The Court of Appeals for the Ninth Circuit has upheld a lower court ruling against Google in a case arising out of the Street View interception of private Wi-Fi communications. The lawsuit alleges that Google's ongoing interception of Wi-Fi payload data through its Street View program violated several laws, including the federal Wiretap Act. The court rejected Google's arguments that the interception was permissible. The court said that Google's interpretation could have the absurd result of rendering private communications, like email, unprotected simply because the recipient fails to encrypt their Wi-Fi network. Furthermore, the court explained that the unencrypted nature of the Wi-Fi networks did not make the data transmitted over them "readily accessible to the general public" because the data was still difficult for an ordinary person to intercept. EPIC filed a "friend of the court" brief in the case urging the court to uphold legal protections for Wi-Fi communications, and discussing both the intent of the federal law and the operation of a typical home W-Fi network. For more information, see EPIC: Ben Joffe v. Google and EPIC: Google Street View.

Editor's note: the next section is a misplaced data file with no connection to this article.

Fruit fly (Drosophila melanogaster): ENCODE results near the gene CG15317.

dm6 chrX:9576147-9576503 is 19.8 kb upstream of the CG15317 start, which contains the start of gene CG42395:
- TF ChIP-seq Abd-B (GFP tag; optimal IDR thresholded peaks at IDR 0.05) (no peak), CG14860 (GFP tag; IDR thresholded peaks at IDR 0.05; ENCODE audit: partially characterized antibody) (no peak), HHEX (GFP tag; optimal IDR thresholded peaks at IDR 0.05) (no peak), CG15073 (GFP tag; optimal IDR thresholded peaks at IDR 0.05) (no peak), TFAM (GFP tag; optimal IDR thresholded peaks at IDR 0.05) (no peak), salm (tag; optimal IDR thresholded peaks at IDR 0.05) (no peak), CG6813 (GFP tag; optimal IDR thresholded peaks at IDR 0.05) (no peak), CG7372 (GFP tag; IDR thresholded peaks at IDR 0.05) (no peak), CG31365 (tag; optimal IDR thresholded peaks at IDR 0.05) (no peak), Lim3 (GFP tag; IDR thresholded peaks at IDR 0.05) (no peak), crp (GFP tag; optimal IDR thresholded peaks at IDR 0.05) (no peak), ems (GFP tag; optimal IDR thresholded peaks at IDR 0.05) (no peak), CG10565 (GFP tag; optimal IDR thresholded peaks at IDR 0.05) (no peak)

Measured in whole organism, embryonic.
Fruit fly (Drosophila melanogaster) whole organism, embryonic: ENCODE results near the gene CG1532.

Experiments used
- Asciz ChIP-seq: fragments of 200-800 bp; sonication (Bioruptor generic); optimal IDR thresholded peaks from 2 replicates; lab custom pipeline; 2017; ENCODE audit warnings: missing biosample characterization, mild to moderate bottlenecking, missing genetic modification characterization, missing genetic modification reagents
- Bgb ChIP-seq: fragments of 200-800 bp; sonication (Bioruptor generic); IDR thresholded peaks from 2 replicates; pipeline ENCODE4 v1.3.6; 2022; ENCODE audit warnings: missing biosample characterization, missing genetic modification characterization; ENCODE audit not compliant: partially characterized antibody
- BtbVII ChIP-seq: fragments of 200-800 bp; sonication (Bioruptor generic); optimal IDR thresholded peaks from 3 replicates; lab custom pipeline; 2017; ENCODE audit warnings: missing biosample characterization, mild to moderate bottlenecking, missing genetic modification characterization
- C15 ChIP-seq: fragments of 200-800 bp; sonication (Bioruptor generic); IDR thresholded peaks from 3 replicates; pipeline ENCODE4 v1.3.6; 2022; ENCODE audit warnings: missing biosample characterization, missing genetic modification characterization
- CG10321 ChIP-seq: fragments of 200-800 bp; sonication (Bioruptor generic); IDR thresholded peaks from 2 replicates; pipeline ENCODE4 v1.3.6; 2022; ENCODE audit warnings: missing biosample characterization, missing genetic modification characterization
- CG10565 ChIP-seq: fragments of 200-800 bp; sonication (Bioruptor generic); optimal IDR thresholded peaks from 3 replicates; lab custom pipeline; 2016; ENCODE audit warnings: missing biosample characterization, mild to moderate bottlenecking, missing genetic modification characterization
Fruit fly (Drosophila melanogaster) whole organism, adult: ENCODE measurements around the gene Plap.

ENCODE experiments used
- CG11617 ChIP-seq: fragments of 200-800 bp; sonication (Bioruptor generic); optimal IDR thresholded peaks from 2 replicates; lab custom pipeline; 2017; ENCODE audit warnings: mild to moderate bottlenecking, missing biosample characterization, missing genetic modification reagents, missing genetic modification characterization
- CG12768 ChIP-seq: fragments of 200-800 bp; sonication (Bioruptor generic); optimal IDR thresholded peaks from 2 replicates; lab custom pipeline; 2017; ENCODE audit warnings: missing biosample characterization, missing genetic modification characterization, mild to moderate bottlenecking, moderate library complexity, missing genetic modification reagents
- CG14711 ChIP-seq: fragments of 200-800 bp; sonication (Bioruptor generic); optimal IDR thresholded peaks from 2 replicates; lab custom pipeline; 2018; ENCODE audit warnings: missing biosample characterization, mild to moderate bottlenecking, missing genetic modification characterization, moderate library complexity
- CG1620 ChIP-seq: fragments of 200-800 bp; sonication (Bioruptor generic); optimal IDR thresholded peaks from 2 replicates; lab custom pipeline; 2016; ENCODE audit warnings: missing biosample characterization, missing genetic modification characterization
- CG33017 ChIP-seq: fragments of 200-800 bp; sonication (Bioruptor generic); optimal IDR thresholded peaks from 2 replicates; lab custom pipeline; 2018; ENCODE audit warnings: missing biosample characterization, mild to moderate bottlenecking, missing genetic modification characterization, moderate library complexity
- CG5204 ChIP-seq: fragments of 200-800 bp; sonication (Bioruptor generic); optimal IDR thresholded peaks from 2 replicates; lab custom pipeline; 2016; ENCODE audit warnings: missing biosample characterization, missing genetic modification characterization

Share this page:
EPIC relies on support from individual donors to pursue our work.
Subscribe to the EPIC Alert
The EPIC Alert is a biweekly newsletter highlighting emerging privacy issues.
Reclaiming Conversation: The Power of Talk in a Digital Age by Sherry Turkle